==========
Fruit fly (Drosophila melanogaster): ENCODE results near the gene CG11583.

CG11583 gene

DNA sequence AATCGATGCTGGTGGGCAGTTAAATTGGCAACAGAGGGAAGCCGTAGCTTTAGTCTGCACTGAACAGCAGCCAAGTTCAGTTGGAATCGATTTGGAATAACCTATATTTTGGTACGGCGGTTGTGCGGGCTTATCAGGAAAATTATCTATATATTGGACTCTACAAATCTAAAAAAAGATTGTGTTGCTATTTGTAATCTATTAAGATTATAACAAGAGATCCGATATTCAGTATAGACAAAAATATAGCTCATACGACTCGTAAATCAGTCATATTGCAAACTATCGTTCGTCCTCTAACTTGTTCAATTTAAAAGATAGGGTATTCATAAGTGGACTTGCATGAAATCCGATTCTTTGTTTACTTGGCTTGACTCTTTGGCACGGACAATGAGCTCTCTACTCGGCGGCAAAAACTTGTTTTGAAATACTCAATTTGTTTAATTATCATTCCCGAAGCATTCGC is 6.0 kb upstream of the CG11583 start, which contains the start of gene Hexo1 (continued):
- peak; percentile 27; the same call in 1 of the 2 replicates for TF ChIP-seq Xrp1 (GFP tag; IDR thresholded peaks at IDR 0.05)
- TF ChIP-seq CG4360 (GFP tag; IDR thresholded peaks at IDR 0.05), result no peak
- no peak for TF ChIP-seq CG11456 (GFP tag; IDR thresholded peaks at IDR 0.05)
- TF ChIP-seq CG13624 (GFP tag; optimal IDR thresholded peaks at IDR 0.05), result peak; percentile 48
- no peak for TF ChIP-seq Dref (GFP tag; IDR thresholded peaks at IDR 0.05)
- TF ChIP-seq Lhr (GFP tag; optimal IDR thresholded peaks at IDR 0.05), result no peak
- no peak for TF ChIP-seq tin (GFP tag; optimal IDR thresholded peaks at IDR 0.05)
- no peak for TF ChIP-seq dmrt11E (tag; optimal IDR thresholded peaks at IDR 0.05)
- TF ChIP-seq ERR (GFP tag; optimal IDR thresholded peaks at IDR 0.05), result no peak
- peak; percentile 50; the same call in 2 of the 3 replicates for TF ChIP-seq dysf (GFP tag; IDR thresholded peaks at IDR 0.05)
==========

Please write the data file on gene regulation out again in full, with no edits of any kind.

Fruit fly (Drosophila melanogaster): ENCODE results near the gene CG11583.

CG11583 gene

DNA sequence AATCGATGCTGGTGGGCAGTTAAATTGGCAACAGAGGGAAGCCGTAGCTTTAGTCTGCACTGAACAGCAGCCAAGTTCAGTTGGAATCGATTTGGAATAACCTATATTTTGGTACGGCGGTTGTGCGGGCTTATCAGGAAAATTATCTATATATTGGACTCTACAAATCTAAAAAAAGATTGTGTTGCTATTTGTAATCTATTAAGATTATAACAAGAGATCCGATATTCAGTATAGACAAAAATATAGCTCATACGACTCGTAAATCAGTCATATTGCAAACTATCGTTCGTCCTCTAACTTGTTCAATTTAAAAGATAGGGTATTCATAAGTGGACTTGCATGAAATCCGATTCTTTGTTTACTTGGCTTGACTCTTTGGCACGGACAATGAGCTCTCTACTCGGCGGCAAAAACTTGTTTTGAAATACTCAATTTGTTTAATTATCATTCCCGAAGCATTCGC is 6.0 kb upstream of the CG11583 start, which contains the start of gene Hexo1 (continued):
- peak; percentile 27; the same call in 1 of the 2 replicates for TF ChIP-seq Xrp1 (GFP tag; IDR thresholded peaks at IDR 0.05)
- TF ChIP-seq CG4360 (GFP tag; IDR thresholded peaks at IDR 0.05), result no peak
- no peak for TF ChIP-seq CG11456 (GFP tag; IDR thresholded peaks at IDR 0.05)
- TF ChIP-seq CG13624 (GFP tag; optimal IDR thresholded peaks at IDR 0.05), result peak; percentile 48
- no peak for TF ChIP-seq Dref (GFP tag; IDR thresholded peaks at IDR 0.05)
- TF ChIP-seq Lhr (GFP tag; optimal IDR thresholded peaks at IDR 0.05), result no peak
- no peak for TF ChIP-seq tin (GFP tag; optimal IDR thresholded peaks at IDR 0.05)
- no peak for TF ChIP-seq dmrt11E (tag; optimal IDR thresholded peaks at IDR 0.05)
- TF ChIP-seq ERR (GFP tag; optimal IDR thresholded peaks at IDR 0.05), result no peak
- peak; percentile 50; the same call in 2 of the 3 replicates for TF ChIP-seq dysf (GFP tag; IDR thresholded peaks at IDR 0.05)